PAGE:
Guest Post by Barry Rush
One of the profound lessons I learned from the book, Coaching Revolution (David Logan & John King) p.121, is that we need to turn complaints into requests and requests into agreements. The idea is that some of the gripes that people infest the organization with as they gather in the break room can become damaging to the working environment and to the organizational culture. The constant gripes that usually bring laughter … “we spend hours in evaluation but nothing ever changes” … can be cancerous.
What is the solution? Answer: Leverage those gripes!
We as leaders can harness the learning behind those gripes. Leaders who listen, rather than react, will hear the request behind the complaint and ask questions to find the root issue.
As a team member, I have used this several times and before going in to meet my director, I listed my complaints and turned them into requests and wrote down some of the issues surrounding that complaint.
The leader may say, “I hear your complaint. What is your request?” Or, she might say, “Tell me more about this problem you have surfaced.” Once the request is made the next step is to get to agreement. For example:
Team member: “Would it be possible to schedule our meetings to end at 4:30pm instead of 5:00pm. Many of us are in carpools and sometimes people have kids to take to sports or school functions.”
Leader: “That is doable. That means that we need to make sure every team member is on time to begin the meeting and we need to start meetings immediately after lunch in some situations.” “Is there anything else?” (Asking for more in order to learn)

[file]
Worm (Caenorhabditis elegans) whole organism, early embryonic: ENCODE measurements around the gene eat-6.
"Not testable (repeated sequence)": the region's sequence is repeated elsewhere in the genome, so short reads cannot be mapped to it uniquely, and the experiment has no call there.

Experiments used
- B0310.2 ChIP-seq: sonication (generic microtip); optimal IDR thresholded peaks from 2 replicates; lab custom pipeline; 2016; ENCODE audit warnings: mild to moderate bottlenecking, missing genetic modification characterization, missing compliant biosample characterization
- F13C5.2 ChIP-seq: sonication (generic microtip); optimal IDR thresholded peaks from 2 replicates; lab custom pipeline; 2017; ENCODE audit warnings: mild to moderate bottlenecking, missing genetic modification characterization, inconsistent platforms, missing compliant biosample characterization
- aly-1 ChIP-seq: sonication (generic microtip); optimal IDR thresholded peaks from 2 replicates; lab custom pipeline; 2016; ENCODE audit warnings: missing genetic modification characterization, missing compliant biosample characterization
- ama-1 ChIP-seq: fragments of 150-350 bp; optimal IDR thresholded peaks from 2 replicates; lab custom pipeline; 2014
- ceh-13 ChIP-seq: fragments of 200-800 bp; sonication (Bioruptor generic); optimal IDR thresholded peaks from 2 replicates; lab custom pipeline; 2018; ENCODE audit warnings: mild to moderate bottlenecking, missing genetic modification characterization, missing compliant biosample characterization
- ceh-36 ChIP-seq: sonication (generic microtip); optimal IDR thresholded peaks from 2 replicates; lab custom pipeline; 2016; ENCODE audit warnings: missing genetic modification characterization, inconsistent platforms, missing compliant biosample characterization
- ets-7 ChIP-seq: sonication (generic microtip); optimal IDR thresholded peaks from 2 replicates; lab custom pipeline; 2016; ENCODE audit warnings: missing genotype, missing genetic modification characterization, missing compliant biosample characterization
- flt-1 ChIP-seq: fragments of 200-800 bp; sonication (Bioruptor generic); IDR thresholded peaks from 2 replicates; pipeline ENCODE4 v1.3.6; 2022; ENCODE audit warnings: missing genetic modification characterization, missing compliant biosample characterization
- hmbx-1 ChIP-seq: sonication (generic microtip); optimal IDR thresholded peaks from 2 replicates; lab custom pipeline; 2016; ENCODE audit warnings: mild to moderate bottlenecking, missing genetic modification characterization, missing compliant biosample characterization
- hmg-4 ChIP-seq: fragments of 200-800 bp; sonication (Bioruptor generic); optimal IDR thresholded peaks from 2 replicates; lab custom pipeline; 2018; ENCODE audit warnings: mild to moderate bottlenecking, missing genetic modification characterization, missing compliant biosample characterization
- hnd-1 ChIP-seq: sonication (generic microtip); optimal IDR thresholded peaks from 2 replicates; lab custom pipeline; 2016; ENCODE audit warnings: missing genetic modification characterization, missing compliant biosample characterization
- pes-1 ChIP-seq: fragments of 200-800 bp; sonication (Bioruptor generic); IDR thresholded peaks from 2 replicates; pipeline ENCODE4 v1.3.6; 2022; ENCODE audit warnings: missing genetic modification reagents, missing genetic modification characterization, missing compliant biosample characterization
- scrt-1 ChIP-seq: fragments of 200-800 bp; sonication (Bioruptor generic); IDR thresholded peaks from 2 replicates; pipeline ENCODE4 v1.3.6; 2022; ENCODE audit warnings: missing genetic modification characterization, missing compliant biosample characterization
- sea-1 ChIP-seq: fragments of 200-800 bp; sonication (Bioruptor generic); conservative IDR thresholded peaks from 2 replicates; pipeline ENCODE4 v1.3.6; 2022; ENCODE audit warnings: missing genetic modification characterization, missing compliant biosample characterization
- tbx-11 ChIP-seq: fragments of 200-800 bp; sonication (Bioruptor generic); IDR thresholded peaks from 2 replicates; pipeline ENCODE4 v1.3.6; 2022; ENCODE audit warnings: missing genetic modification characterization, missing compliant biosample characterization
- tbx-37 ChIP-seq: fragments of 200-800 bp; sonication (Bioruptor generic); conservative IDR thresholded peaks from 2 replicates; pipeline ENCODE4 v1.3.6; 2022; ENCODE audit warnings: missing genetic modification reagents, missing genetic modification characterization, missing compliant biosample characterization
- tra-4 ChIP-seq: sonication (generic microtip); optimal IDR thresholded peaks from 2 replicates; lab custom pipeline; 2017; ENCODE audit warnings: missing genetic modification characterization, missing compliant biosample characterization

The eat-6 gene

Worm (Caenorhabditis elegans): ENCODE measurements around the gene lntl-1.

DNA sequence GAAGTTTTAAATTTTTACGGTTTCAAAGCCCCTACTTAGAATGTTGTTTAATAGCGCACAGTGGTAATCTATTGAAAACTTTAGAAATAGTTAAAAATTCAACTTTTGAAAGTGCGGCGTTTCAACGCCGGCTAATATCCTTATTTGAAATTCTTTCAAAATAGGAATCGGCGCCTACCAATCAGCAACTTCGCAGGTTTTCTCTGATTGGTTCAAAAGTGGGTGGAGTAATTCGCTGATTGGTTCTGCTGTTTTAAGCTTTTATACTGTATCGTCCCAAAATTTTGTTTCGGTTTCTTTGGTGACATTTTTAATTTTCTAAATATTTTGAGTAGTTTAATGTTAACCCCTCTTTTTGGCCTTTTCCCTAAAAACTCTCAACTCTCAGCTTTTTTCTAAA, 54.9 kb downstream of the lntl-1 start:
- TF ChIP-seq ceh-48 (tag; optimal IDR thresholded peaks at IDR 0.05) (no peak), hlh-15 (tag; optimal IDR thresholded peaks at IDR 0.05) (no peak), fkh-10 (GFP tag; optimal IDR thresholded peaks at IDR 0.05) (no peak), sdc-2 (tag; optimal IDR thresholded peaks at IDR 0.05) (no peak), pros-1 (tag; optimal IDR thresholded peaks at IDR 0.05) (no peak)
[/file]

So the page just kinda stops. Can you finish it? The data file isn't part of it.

Team member: “Actually, several have said that we have a lot of time wasters in our meetings, lack of clarity on the goal of the meeting, the process for getting the work done. Is that something we can get a group to work on and make recommendations to our facilitator?” (Clear Request)
Team leader: “Yes, I will look at your recommendations and work with the facilitator. I just need you to be patient as we are just breaking him in as a meeting facilitator, so give him some time to learn the role.” (Compromise and Agreement)
Here’s my suggestions for you:
- First, as a team member, list your complaints and turn them into requests (decide which are most crucial to bring to your boss).
- Second, as a leader, listen aggressively to your people and their complaints/gripes … take time to turn those into requests … or say, “I hear your complaint. What is your request?”
- Third, follow through!
Hope it works as well for you as it has for me.
Barry Rush has been in leadership with CRU for the last 35 years, 20 years in the U. S. and in the last 15 years has been serving the CRU VP for Leader Development as a Geographical Representative focusing on Eastern Europe and Russia, North Africa Middle East, Central Asia and West Africa. He has spent the last 8 years helping build a strategy used on campuses overseas, the EQ Workshop – A Two-Day Emotional Intelligence Workshop that has been pioneered in the above Areas. You can connect with Barry at: email@example.com
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